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The Experts

The shocking surprises that confront new employers

David Bates
Friday, December 28, 2018

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Imagine for a moment you’re one of those migrants Australians appear to overwhelmingly endorse: the entrepreneur who comes to our country looking to start a business, employ people, and pay their fair share in tax.

If you’re a savvy migrant, you’d seek out expert advice before you decide to invest in your business and open-up shop. You might, for example, engage a conveyancer or commercial property expert to look over your contract for sale or lease before you sign on the dotted line.

You might instruct an accountant to register your business for GST and take care of your financial reporting obligations. And you might speak to a broker about insuring your business and your livelihood.

But if you’re a really savvy migrant, you’d also speak to an employment law expert before you place your ‘position vacant’ ad online. ‘Why would you need to do that?’, you might (quite reasonably) ask. I mean, how hard can it possibly be? Perhaps you were an employer in another English-speaking country (think Canada, the UK, or even New Zealand), and therefore think hiring and firing is relatively straight forward.

Think again.

First, there’s Australia’s unbelievably complex system of 122 Modern Awards. Which one applies to your employees? Is there more than one which could apply? What’s all this about ‘classifying’ employees? And what’s the difference between ‘ordinary hours’, ‘overtime’, ‘reasonable additional hours’, ‘penalty rates’ (have I done something wrong?!), and ‘loadings’?

Second, there’s the ten National Employment Standards (NES). Clear about the difference between Emergency Management Activity Leave and Jury Service Leave? Sure you’re not asking your employees to work ‘unreasonable hours’? Confident about when you can ask for a medical certificate or turn down a request for ‘flexible working arrangements’?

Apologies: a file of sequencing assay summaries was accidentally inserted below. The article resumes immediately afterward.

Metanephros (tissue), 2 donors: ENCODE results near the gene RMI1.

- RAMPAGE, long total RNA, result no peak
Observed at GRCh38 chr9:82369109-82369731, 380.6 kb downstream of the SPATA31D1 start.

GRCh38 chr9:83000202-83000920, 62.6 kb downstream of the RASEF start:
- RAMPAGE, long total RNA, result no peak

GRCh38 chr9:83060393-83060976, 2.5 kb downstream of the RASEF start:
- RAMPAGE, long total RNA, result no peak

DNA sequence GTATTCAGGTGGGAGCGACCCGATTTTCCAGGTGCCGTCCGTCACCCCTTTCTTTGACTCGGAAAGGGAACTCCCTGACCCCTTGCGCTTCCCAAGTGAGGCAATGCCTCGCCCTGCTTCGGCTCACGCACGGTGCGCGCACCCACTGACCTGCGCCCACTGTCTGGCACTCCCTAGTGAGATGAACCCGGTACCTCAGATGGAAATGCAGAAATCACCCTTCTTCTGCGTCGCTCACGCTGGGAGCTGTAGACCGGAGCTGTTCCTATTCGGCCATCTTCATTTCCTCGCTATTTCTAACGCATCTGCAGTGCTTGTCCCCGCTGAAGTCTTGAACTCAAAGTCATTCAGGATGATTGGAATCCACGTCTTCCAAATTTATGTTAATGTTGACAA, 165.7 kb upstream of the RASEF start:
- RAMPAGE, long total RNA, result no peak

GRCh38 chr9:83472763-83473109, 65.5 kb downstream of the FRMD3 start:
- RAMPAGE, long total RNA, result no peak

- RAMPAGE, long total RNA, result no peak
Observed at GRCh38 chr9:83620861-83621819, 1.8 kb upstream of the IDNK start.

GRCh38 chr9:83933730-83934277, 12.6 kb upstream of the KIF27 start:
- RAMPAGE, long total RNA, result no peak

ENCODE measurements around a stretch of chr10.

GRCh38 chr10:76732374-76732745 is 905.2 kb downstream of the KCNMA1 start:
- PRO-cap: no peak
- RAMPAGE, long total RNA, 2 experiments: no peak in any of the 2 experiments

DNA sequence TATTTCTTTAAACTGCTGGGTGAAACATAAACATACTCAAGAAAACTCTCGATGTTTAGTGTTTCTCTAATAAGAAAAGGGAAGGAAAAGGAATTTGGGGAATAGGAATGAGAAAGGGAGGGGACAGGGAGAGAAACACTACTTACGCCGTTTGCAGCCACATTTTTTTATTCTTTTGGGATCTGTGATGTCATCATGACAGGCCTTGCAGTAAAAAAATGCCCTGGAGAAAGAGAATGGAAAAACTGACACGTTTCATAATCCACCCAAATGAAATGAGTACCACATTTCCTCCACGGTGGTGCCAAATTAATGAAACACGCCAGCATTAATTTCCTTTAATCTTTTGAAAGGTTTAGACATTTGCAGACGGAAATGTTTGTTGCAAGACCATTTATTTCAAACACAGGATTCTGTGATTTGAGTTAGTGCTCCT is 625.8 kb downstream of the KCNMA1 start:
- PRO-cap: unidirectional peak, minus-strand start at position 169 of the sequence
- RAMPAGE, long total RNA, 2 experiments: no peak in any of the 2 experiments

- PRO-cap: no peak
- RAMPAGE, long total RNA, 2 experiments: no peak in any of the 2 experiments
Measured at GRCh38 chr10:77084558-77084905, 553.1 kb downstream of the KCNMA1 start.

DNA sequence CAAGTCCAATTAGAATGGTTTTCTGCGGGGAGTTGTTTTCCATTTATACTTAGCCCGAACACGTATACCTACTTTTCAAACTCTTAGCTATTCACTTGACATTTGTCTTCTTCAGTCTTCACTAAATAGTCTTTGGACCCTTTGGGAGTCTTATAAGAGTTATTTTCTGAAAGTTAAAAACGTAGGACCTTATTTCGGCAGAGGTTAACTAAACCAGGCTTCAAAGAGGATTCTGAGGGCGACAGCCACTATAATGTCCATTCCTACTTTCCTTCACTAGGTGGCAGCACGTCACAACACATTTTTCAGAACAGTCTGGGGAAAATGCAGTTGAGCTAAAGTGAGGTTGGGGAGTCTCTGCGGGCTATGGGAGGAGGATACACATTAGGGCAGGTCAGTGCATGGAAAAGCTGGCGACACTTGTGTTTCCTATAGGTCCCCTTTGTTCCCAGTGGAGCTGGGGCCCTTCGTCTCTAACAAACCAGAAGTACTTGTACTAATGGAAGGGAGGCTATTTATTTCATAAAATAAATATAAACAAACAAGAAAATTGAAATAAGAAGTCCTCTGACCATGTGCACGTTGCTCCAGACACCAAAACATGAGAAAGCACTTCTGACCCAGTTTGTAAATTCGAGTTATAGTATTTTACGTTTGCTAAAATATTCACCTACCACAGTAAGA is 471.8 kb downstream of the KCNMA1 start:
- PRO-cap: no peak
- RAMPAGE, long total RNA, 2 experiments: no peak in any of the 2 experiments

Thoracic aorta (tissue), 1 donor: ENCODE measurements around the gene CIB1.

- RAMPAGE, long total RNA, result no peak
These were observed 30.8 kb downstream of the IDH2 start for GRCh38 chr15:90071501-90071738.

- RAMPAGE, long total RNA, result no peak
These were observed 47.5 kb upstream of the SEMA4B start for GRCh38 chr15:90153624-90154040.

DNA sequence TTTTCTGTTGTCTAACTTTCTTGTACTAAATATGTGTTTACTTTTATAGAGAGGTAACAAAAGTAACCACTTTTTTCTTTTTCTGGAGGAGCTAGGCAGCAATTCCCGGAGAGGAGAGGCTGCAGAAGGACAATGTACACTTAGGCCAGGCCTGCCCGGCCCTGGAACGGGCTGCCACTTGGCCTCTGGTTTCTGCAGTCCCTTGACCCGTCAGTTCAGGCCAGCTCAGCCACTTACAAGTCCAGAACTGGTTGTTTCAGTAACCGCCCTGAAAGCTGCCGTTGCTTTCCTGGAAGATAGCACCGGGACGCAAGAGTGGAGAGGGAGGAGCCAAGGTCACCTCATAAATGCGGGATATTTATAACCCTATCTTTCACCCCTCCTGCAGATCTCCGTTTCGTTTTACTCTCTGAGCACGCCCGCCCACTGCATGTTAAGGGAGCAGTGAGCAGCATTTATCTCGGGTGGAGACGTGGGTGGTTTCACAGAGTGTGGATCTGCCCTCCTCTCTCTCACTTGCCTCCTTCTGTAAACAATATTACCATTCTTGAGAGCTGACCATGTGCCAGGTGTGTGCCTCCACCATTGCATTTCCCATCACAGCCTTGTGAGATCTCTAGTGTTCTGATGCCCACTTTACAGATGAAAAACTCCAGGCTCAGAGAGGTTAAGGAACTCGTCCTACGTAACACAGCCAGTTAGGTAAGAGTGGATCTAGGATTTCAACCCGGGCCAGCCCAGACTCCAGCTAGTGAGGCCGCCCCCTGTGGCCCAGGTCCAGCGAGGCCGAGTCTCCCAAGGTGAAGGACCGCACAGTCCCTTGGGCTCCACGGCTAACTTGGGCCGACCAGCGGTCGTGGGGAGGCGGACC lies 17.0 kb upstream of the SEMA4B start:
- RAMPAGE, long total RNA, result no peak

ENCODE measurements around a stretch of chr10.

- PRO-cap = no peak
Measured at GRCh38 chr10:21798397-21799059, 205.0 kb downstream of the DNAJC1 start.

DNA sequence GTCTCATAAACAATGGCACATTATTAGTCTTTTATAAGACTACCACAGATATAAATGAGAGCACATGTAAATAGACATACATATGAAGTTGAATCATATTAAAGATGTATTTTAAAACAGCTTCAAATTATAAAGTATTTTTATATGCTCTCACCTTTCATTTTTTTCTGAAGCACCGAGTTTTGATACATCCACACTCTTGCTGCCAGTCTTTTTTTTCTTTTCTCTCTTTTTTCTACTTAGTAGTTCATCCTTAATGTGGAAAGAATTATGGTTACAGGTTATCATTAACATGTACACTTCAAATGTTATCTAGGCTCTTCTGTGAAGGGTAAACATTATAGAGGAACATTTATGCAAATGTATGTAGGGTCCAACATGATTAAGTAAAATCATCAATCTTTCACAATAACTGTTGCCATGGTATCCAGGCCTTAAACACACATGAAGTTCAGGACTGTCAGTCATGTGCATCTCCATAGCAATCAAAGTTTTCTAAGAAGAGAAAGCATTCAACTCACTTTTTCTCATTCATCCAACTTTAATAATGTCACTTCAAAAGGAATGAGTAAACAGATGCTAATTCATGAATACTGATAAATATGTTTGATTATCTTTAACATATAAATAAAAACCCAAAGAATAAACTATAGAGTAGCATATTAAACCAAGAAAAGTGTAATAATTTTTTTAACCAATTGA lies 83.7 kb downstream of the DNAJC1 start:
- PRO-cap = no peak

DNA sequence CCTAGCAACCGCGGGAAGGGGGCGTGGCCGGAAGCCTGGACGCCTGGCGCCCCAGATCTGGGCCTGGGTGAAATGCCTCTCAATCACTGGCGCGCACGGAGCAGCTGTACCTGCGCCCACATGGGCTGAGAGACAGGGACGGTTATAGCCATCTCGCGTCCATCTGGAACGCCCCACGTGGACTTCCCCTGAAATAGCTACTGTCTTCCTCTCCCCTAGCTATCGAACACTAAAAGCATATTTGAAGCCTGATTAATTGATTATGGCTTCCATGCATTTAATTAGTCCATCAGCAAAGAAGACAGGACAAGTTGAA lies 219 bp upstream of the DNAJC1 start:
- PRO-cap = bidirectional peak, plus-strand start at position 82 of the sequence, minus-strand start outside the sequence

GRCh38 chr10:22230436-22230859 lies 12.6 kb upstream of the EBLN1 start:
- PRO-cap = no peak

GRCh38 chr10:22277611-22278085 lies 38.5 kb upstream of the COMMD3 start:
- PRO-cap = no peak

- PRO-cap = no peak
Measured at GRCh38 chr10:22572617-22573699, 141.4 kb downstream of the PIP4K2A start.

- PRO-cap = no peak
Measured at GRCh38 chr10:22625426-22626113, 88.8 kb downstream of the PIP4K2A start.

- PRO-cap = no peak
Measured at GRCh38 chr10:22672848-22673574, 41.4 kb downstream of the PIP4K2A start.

Third, there’s all the different claims your new employees can bring against you if you eventually decide they’re not up to the job. Running a small business? They’ll be protected from ‘unfair dismissal’ after 12 months. And regardless of how many employees you have, everyone you hire is eligible to bring an ‘adverse action’, ‘discrimination’ or ‘bullying’ claim from the moment they start (and in some cases, even before that!).

Having read the above, perhaps you’ve decided the smart thing to do is just engage people as independent contractors instead. Sadly, that could end in legal tragedy because you’ll likely be in breach of the ‘sham contracting’ provisions contained in the Fair Work Act.

Maybe now you’re reconsidering opening that business at all!

The Australian Council of Trade Unions is right about one thing: we do need to ‘change the rules’. But the change we need is the simplification and streamlining of our often-inflexible and expensive workplace relations system so that it works for both employers and employees.

Right now, those who most need protecting often feel abandoned or overwhelmed, those who want to open a business don’t, and those who are trying to do the right thing find it almost impossible to comply with all their obligations.

Surely we can do better than this?


Published: Friday, December 28, 2018

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